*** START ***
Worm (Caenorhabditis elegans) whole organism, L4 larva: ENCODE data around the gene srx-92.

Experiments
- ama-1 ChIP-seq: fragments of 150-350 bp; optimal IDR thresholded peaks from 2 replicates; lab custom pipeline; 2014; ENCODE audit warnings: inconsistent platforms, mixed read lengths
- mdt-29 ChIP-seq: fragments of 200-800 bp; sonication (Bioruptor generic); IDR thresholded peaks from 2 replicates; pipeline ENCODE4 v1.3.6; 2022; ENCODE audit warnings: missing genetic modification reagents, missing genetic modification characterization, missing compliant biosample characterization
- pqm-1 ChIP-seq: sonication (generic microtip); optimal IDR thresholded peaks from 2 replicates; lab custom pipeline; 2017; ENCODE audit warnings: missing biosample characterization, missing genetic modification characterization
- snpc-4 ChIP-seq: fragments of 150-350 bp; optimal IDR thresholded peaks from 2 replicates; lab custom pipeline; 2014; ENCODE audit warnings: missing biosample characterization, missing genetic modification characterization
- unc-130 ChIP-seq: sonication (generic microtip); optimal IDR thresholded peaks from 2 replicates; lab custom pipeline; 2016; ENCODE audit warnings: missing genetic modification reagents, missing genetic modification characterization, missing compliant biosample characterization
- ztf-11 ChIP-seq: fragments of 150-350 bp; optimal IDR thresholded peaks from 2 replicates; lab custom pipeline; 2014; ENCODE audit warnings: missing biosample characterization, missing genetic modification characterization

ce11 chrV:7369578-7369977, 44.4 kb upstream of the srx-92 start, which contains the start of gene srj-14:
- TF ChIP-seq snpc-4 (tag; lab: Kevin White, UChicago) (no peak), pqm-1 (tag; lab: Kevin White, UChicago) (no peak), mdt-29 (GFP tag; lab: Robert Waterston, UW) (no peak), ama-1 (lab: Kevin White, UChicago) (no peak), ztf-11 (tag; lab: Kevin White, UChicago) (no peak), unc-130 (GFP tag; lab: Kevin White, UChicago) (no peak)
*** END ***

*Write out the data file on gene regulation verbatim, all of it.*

Worm (Caenorhabditis elegans) whole organism, L4 larva: ENCODE data around the gene srx-92.

Experiments
- ama-1 ChIP-seq: fragments of 150-350 bp; optimal IDR thresholded peaks from 2 replicates; lab custom pipeline; 2014; ENCODE audit warnings: inconsistent platforms, mixed read lengths
- mdt-29 ChIP-seq: fragments of 200-800 bp; sonication (Bioruptor generic); IDR thresholded peaks from 2 replicates; pipeline ENCODE4 v1.3.6; 2022; ENCODE audit warnings: missing genetic modification reagents, missing genetic modification characterization, missing compliant biosample characterization
- pqm-1 ChIP-seq: sonication (generic microtip); optimal IDR thresholded peaks from 2 replicates; lab custom pipeline; 2017; ENCODE audit warnings: missing biosample characterization, missing genetic modification characterization
- snpc-4 ChIP-seq: fragments of 150-350 bp; optimal IDR thresholded peaks from 2 replicates; lab custom pipeline; 2014; ENCODE audit warnings: missing biosample characterization, missing genetic modification characterization
- unc-130 ChIP-seq: sonication (generic microtip); optimal IDR thresholded peaks from 2 replicates; lab custom pipeline; 2016; ENCODE audit warnings: missing genetic modification reagents, missing genetic modification characterization, missing compliant biosample characterization
- ztf-11 ChIP-seq: fragments of 150-350 bp; optimal IDR thresholded peaks from 2 replicates; lab custom pipeline; 2014; ENCODE audit warnings: missing biosample characterization, missing genetic modification characterization

ce11 chrV:7369578-7369977, 44.4 kb upstream of the srx-92 start, which contains the start of gene srj-14:
- TF ChIP-seq snpc-4 (tag; lab: Kevin White, UChicago) (no peak), pqm-1 (tag; lab: Kevin White, UChicago) (no peak), mdt-29 (GFP tag; lab: Robert Waterston, UW) (no peak), ama-1 (lab: Kevin White, UChicago) (no peak), ztf-11 (tag; lab: Kevin White, UChicago) (no peak), unc-130 (GFP tag; lab: Kevin White, UChicago) (no peak)